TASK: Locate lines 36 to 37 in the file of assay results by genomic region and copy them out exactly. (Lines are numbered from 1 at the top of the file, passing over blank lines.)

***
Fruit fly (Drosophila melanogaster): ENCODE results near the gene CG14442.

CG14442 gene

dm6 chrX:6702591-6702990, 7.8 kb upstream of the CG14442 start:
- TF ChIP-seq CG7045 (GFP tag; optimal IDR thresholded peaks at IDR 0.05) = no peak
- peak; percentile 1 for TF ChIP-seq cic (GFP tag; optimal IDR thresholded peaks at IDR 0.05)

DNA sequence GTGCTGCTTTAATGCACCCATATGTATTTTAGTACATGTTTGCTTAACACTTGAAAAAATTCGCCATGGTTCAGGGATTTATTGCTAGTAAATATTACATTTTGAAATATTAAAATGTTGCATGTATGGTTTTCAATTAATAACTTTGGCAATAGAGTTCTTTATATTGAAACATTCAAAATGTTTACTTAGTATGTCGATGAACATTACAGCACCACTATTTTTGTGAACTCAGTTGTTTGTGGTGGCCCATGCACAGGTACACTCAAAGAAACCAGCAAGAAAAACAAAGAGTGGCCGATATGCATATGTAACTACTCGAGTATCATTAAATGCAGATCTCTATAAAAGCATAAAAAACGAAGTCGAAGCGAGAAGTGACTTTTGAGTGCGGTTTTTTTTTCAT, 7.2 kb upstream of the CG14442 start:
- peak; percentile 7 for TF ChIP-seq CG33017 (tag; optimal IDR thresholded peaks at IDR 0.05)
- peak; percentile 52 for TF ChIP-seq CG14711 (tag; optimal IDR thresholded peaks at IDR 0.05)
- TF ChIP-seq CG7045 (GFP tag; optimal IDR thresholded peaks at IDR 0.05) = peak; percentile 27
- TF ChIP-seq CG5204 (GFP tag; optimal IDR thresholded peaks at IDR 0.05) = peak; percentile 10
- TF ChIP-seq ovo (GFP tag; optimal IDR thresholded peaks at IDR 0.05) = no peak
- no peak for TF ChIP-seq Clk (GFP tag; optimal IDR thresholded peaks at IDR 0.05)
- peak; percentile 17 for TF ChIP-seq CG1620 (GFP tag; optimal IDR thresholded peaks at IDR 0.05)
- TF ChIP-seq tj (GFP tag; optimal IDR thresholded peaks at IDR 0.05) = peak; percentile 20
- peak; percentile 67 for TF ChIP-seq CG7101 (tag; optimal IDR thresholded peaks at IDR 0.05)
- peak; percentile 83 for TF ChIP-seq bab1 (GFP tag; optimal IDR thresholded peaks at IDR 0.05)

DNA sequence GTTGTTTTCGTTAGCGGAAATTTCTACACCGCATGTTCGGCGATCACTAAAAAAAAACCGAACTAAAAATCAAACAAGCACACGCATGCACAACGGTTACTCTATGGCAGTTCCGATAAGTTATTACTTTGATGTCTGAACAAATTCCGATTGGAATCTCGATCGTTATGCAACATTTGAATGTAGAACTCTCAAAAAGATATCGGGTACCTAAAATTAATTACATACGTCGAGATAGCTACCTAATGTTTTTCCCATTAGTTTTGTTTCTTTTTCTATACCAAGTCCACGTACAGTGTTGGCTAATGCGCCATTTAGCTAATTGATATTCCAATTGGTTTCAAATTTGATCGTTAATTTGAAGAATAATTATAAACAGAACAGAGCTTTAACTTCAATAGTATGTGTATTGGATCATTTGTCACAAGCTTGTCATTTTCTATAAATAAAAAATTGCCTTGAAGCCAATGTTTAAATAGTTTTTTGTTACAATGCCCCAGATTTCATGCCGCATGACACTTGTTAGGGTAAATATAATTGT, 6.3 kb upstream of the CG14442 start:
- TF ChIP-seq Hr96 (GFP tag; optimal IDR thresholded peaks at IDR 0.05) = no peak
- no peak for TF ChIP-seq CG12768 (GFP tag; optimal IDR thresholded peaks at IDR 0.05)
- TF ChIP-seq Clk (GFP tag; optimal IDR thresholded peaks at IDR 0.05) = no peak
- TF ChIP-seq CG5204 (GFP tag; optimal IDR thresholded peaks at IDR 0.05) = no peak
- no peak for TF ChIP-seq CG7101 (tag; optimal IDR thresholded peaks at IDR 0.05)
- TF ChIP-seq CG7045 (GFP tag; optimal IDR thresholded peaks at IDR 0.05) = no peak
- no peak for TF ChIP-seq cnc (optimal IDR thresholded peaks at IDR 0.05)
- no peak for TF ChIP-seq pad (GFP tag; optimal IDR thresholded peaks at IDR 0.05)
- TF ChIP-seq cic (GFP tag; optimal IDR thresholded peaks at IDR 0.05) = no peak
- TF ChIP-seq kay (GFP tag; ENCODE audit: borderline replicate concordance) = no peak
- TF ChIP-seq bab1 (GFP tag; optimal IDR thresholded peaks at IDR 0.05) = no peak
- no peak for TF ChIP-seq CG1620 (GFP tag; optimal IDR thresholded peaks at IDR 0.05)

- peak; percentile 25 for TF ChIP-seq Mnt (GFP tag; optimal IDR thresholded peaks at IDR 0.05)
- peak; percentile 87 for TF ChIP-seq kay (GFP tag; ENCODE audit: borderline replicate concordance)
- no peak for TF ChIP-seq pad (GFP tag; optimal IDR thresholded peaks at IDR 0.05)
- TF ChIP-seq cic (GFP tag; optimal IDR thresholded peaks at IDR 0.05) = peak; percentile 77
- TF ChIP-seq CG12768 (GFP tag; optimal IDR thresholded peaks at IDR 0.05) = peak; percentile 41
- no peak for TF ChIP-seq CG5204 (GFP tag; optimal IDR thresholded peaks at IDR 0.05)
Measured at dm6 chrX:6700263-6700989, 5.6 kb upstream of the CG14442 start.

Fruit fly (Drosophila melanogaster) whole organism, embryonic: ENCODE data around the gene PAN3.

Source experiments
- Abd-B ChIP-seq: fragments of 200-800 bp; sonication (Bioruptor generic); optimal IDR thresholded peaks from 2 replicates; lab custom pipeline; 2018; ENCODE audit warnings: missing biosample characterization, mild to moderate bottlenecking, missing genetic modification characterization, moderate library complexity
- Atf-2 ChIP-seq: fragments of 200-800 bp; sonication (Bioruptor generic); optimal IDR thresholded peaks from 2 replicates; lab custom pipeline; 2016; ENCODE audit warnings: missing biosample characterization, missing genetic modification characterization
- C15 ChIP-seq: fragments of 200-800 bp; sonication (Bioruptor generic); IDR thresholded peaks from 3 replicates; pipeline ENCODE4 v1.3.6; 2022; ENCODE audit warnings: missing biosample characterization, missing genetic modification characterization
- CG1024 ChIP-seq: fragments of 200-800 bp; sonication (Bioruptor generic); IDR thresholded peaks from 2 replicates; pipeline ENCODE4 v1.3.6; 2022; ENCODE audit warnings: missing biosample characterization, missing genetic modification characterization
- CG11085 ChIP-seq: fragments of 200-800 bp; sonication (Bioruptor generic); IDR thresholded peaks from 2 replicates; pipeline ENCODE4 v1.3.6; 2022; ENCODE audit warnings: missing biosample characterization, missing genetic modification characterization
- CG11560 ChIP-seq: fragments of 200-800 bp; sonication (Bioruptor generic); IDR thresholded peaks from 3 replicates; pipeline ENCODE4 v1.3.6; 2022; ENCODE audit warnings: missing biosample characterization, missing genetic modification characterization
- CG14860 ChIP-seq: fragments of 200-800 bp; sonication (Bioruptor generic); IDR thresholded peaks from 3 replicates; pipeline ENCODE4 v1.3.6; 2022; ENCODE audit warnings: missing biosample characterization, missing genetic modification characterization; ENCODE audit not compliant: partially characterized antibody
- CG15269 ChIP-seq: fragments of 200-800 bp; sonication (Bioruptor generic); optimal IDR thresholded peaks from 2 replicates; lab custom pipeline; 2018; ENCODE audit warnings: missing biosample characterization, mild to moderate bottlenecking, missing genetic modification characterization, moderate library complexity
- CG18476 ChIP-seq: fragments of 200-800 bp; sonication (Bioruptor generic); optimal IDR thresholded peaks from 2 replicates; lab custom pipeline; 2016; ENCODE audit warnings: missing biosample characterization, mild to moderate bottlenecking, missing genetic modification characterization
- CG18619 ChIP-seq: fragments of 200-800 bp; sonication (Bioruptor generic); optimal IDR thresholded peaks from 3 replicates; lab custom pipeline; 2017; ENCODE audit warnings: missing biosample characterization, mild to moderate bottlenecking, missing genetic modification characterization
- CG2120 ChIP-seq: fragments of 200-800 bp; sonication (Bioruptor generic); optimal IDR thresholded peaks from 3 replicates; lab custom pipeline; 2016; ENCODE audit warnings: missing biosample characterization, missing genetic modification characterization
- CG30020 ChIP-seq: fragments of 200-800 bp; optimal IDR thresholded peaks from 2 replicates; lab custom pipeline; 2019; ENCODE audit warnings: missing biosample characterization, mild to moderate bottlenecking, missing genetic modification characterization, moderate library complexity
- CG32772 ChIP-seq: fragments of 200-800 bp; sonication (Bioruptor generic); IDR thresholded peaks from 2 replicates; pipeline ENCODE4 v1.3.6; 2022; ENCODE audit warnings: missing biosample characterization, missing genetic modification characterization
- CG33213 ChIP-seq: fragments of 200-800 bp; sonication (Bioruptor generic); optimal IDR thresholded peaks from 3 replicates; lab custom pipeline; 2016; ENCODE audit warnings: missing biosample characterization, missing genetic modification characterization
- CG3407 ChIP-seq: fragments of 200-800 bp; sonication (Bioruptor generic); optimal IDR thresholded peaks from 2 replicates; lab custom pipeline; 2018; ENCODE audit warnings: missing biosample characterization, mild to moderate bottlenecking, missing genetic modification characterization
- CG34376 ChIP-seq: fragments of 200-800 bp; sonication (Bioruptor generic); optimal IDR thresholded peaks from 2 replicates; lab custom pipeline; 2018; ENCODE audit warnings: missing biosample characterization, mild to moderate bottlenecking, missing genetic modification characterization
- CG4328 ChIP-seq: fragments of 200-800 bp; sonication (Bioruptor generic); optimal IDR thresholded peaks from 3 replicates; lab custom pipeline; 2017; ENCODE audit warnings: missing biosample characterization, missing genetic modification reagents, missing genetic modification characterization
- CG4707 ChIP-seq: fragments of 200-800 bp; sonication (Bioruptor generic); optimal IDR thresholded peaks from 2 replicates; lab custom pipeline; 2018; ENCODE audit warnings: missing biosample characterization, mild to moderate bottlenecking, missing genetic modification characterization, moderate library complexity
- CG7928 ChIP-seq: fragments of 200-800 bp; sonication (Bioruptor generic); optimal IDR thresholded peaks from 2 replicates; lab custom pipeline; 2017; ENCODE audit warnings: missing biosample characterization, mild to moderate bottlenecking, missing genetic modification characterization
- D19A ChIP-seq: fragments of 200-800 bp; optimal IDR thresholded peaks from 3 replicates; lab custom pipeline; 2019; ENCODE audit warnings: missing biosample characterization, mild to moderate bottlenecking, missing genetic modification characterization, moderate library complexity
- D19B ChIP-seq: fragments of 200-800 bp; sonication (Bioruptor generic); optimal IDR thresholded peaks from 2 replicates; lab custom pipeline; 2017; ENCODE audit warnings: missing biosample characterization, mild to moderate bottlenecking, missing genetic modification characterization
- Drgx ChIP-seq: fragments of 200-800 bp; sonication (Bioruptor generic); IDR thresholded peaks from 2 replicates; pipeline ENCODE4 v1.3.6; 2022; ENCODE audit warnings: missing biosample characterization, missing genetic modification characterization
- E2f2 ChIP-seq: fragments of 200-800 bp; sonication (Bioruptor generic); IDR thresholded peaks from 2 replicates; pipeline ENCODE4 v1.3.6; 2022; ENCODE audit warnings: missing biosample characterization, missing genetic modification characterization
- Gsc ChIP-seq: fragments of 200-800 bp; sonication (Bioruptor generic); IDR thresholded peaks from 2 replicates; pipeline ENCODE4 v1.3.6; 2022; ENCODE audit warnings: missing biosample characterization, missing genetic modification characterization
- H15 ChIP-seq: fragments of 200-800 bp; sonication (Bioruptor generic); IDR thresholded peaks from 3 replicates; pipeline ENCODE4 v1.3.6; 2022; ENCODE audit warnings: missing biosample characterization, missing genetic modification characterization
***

Measured at dm6 chrX:6700263-6700989, 5.6 kb upstream of the CG14442 start.

Fruit fly (Drosophila melanogaster) whole organism, embryonic: ENCODE data around the gene PAN3.